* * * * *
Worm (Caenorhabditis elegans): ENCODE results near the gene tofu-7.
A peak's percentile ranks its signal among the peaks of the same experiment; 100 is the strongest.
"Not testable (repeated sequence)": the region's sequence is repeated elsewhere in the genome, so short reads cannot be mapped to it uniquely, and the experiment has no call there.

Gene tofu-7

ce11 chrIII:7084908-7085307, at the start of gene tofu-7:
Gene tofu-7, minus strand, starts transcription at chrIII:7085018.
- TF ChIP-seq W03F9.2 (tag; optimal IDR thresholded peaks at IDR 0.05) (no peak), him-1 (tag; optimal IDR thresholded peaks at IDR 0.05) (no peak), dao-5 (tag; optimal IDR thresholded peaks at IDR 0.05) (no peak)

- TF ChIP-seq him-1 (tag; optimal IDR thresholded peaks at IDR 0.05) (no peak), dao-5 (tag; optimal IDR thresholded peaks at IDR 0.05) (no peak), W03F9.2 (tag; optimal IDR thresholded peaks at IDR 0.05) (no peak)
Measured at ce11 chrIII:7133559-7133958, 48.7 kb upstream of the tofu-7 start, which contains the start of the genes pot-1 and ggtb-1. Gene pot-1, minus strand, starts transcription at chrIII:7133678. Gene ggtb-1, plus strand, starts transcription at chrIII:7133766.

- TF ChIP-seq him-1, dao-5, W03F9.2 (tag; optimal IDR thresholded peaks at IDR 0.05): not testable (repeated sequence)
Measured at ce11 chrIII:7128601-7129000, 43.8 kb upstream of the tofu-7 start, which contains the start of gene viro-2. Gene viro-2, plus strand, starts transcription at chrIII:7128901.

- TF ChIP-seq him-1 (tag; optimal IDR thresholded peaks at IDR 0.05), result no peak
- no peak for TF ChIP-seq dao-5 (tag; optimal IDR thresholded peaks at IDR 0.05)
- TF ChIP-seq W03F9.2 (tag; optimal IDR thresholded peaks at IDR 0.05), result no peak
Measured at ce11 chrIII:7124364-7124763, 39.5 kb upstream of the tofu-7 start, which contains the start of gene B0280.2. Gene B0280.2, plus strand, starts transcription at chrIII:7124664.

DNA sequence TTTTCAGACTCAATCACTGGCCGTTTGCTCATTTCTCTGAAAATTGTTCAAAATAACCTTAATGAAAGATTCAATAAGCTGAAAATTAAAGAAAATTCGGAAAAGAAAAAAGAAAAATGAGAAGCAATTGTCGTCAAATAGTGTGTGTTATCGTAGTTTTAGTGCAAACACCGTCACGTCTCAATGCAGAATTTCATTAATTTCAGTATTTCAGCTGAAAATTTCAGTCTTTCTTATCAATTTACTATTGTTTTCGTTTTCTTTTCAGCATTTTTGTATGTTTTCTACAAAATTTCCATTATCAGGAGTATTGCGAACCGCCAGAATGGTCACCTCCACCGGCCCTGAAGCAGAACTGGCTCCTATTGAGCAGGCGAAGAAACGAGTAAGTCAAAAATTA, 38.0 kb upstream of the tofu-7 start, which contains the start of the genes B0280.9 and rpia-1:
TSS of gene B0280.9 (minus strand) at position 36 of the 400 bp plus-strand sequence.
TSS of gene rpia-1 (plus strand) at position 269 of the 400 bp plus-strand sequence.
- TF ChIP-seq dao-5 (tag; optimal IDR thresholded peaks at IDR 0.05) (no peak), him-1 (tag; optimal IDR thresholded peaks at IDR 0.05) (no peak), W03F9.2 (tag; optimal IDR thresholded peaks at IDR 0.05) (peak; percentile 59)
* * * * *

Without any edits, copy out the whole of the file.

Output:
Worm (Caenorhabditis elegans): ENCODE results near the gene tofu-7.
A peak's percentile ranks its signal among the peaks of the same experiment; 100 is the strongest.
"Not testable (repeated sequence)": the region's sequence is repeated elsewhere in the genome, so short reads cannot be mapped to it uniquely, and the experiment has no call there.

Gene tofu-7

ce11 chrIII:7084908-7085307, at the start of gene tofu-7:
Gene tofu-7, minus strand, starts transcription at chrIII:7085018.
- TF ChIP-seq W03F9.2 (tag; optimal IDR thresholded peaks at IDR 0.05) (no peak), him-1 (tag; optimal IDR thresholded peaks at IDR 0.05) (no peak), dao-5 (tag; optimal IDR thresholded peaks at IDR 0.05) (no peak)

- TF ChIP-seq him-1 (tag; optimal IDR thresholded peaks at IDR 0.05) (no peak), dao-5 (tag; optimal IDR thresholded peaks at IDR 0.05) (no peak), W03F9.2 (tag; optimal IDR thresholded peaks at IDR 0.05) (no peak)
Measured at ce11 chrIII:7133559-7133958, 48.7 kb upstream of the tofu-7 start, which contains the start of the genes pot-1 and ggtb-1. Gene pot-1, minus strand, starts transcription at chrIII:7133678. Gene ggtb-1, plus strand, starts transcription at chrIII:7133766.

- TF ChIP-seq him-1, dao-5, W03F9.2 (tag; optimal IDR thresholded peaks at IDR 0.05): not testable (repeated sequence)
Measured at ce11 chrIII:7128601-7129000, 43.8 kb upstream of the tofu-7 start, which contains the start of gene viro-2. Gene viro-2, plus strand, starts transcription at chrIII:7128901.

- TF ChIP-seq him-1 (tag; optimal IDR thresholded peaks at IDR 0.05), result no peak
- no peak for TF ChIP-seq dao-5 (tag; optimal IDR thresholded peaks at IDR 0.05)
- TF ChIP-seq W03F9.2 (tag; optimal IDR thresholded peaks at IDR 0.05), result no peak
Measured at ce11 chrIII:7124364-7124763, 39.5 kb upstream of the tofu-7 start, which contains the start of gene B0280.2. Gene B0280.2, plus strand, starts transcription at chrIII:7124664.

DNA sequence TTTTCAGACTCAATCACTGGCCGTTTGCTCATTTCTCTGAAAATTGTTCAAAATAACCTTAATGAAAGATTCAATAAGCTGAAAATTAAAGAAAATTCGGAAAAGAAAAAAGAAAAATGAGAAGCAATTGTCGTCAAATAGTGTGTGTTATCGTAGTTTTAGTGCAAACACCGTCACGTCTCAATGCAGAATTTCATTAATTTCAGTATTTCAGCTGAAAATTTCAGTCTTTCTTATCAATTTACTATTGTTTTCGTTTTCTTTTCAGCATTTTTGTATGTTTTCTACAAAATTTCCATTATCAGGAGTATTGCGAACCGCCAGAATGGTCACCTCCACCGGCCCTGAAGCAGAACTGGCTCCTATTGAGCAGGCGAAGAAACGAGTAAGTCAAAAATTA, 38.0 kb upstream of the tofu-7 start, which contains the start of the genes B0280.9 and rpia-1:
TSS of gene B0280.9 (minus strand) at position 36 of the 400 bp plus-strand sequence.
TSS of gene rpia-1 (plus strand) at position 269 of the 400 bp plus-strand sequence.
- TF ChIP-seq dao-5 (tag; optimal IDR thresholded peaks at IDR 0.05) (no peak), him-1 (tag; optimal IDR thresholded peaks at IDR 0.05) (no peak), W03F9.2 (tag; optimal IDR thresholded peaks at IDR 0.05) (peak; percentile 59)